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Pitching Ideas

More important than having a great idea is figuring out how to sell it to the boss — especially in a culture that’s not too keen to accept your idea. How to do it? A couple of academics from Stanford and the University of California at Davis looked at how ideas are successfully sold in, of all places, Hollywood. Selling a script or a movie may not be all that close to selling your idea for a new product or marketing campaign. But the lessons ring true, no matter what kind of idea you’re peddling.

More important than having a great idea is figuring out how to sell it to the boss — especially in a culture that’s not too keen to accept your idea.

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How to do it? A couple of academics from Stanford and the University of California at Davis looked at how ideas are successfully sold in, of all places, Hollywood. Selling a script or a movie may not be all that close to selling your idea for a new product or marketing campaign. But the lessons ring true, no matter what kind of idea you’re peddling.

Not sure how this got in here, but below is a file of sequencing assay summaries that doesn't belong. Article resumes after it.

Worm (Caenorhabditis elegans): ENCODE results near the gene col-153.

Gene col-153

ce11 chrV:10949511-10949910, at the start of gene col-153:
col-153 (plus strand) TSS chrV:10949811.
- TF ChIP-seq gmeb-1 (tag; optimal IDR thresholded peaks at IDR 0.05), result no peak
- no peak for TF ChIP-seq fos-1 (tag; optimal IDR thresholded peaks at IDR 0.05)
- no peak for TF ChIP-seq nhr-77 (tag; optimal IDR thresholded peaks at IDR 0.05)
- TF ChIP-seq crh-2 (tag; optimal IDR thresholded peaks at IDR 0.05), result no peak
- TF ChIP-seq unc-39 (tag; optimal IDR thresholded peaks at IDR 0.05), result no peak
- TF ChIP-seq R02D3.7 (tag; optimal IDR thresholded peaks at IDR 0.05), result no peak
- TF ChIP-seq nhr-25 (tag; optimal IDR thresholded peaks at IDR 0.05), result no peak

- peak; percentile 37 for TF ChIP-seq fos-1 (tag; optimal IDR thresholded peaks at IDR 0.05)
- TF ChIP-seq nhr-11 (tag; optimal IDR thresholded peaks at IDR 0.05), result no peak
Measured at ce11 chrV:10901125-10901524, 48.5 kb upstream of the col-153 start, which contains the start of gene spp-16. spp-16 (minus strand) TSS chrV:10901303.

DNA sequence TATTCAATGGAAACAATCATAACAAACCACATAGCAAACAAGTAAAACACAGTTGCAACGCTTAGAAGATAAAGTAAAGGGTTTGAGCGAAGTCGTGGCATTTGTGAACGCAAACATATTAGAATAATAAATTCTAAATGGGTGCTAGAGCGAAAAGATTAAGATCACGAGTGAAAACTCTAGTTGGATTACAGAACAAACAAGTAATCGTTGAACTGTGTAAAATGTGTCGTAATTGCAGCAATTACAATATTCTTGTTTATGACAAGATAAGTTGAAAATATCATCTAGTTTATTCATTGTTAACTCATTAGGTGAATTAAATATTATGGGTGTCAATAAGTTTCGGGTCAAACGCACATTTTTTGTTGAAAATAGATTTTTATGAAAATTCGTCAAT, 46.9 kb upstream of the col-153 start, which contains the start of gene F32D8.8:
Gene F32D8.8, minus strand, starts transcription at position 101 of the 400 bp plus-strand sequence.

Here’s what Stanford’s Roderick Kramer and UC-Davis’ Kimberly Elsbach discovered:

  • Not surprisingly, the more passionate the person pitching the idea, the more effective he or she was.
  • And the better the pitcher was at drawing in the person on the other side of the table, the more likely he or she would succeed.
  • Indeed, the most successful pitchers were those who convinced the idea catchers that they had something to do with the crafting or improving of the idea itself.

“A lot of naive pitchers we talked to assumed what was important was for them to be passionate and to get their concept across clearly,” says Kramer, a former script writer and psychologist who is a professor of organizational behavior at Stanford. “That’s important, to be on fire about an idea. But the other thing was to what extent the catcher was engaged and also felt creative.”

In fact, adds Kramer, the person hearing the idea “has to feel like (he) is drawn in and contributing.” The more you can make the potential buyer of the idea believe he or she came up with or helped improve the concept the better. You need to effectively persuade the “suit” that he or she is truly creative.

My takeaway: Never underestimate the importance of ego and vanity — not yours but the person sitting across the table — in selling your idea.

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